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Author Quello, Kacie Louise
Title Screening for fungicide resistance in orchard fruit: Biochemical and molecular analyses
book jacket
Descript 85 p
Note Source: Masters Abstracts International, Volume: 48-02, page: 0866
Adviser: Janna Beckerman
Thesis (M.S.)--Purdue University, 2009
Management of tree fruit pathogens in Indiana relies upon the application of effective fungicides that may be compromised by the development of fungicide resistance, resulting in a significant economic impact to orchard fruit production. Testing for fungicide resistance is traditionally accomplished through the use of mycelial growth assays of the pathogen and compares the growth of isolates on fungicide-amended medium relative to the growth on non-amended medium. Although this assay can conclusively identify resistance to the fungicide in question, the results cannot be quickly determined and may take several weeks for recalcitrant fungi. Such delays in the determination of fungicide sensitivity prevent growers from identifying appropriate chemical management options within the same season. Furthermore, these tests are often costly in terms of material and labor such that, when they are offered to growers as a service, they are prohibitively expensive
The purpose of this study was to develop a faster method of testing for fungicide resistance in two common pathogens of fruit crops, Monilinia fructicola that causes brown rot of stone fruit and the causal agent of apple scab, Venturia inaequalis. To test for fenbuconazole fungicide resistance in M. fructicola, we modified a medically standardized biochemical assay that uses Alamar blue, a chromogenic substrate that can be used as an indicator of respiration, in a 96-well microtiter format. We compared the AB method to traditional mycelial growth assays for resistance screening to fenbuconazole. Alamar blue can be used as a colorimetric test for fungicide resistance or quantitative tested with use of a plate reader. At this level, the isolates could be classified as resistant, shifted, or susceptible in as little as 24 hours
The situation is quite different with V. inaequalis, which cannot be readily cultured late in the field season. Thus, if fungicide resistance is identified in the summer, determination of resistance may not occur until the following year. To circumvent the problem of pathogen isolation, we developed a screen that utilizes PCR in situ to detect Topsin-MRTM (thiophanate-methyl) resistance. To develop this screen, V. inaequalis isolates collected from Indiana were first screened with mycelium assays for thiophanate-methyl resistance. Isolates were found to range from sensitive (no growth at 0.5 mug active ingredient (a.i) thiophanate-methyl/mL) to low resistance (growth at 0.5 mug a.i./mL but not 5 mug a.i./mL) to medium resistance (growth at 5 mug a.i./mL but not at 50 mug a.i./mL) to very high resistance (rapid growth at 50 mug a.i./mL). Concordance between known mutations in the beta-tubulin gene and phenotype was determined to test the accuracy of a molecular assay. DNA was extracted from pure cultures and the beta-tubulin gene was amplified and digested with restriction enzyme BstUI to verify a restriction fragment length polymorphism (RFLP) at codon 198 that corresponded to very high fungicide resistance. 69% of resistant isolates were positive for the polymorphism. Of the remaining 15 isolates that were scored as resistant but lacking the known RFLP, upon sequence analysis, we found that six of these isolates possessed a point mutation at codon 240 in the beta-tubulin gene. This mutation can be differentiated by PCR-RFLP using Cac 8I. Thus, all resistant isolates could be identified with the two restriction enzyme digests. These two PCR-based RFLP detection methods could be used to rapidly detect thiophanate-methyl resistant isolates of V. inaequalis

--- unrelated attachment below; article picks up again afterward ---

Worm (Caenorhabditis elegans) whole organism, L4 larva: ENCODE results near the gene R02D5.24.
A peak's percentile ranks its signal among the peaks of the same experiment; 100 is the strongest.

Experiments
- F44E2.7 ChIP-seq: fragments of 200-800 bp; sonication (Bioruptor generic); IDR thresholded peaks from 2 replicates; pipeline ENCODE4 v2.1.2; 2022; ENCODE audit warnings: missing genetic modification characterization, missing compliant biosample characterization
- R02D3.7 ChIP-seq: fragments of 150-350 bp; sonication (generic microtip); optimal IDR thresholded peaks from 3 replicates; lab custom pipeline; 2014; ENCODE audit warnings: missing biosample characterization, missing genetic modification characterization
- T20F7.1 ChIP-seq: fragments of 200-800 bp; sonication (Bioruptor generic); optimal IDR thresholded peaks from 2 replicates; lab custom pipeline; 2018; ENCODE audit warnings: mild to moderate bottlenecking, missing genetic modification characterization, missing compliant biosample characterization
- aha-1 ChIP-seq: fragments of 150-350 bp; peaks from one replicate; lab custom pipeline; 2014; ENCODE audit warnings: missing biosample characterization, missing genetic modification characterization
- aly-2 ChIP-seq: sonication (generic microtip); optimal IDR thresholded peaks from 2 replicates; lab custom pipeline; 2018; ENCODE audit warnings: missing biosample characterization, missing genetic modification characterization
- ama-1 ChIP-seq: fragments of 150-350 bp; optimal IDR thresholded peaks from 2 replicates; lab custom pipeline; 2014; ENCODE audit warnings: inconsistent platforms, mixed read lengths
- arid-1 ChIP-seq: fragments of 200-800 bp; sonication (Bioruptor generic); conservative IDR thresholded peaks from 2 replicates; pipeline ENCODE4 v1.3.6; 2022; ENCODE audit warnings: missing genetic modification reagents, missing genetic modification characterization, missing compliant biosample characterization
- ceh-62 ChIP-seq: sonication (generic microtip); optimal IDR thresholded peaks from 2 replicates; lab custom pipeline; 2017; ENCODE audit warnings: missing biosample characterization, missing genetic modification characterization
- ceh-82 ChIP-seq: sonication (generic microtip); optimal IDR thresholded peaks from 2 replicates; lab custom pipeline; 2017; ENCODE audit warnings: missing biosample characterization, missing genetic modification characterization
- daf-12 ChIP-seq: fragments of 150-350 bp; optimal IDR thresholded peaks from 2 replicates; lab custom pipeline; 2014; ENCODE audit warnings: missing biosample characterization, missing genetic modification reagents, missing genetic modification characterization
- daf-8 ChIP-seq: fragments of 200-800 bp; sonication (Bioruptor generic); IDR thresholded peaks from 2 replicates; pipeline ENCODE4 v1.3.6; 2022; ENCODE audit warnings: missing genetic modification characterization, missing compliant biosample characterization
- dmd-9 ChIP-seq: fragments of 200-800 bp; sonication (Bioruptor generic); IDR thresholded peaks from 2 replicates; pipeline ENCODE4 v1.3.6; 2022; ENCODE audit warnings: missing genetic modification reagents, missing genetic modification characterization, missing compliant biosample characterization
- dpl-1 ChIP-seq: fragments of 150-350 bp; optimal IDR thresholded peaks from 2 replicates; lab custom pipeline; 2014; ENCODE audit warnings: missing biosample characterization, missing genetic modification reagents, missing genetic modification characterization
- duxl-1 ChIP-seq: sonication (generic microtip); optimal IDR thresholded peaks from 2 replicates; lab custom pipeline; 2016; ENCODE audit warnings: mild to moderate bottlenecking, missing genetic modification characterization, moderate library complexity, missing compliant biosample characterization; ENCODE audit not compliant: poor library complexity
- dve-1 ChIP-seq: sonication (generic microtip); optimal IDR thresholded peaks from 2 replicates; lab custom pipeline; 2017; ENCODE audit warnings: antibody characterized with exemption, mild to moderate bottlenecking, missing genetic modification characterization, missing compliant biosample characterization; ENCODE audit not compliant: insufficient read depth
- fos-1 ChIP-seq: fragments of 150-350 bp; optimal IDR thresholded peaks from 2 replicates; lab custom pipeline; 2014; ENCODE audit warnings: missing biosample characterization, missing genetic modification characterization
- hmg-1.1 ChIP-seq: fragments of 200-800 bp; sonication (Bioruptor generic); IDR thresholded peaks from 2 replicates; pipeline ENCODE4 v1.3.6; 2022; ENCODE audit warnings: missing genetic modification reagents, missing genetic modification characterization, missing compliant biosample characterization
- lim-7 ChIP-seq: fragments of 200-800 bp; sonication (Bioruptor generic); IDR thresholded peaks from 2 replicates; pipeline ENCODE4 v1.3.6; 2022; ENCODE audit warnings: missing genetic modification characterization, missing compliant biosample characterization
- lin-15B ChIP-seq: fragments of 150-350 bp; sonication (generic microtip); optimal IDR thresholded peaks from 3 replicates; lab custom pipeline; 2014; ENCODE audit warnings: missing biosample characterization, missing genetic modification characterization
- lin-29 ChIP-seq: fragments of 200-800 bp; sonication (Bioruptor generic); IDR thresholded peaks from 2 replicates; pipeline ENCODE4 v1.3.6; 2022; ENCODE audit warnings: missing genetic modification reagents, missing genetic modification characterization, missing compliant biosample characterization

School code: 0183
Host Item Masters Abstracts International 48-02
Subject Agriculture, Horticulture
Agriculture, Plant Pathology
Alt Author Purdue University. Botany and Plant Pathology
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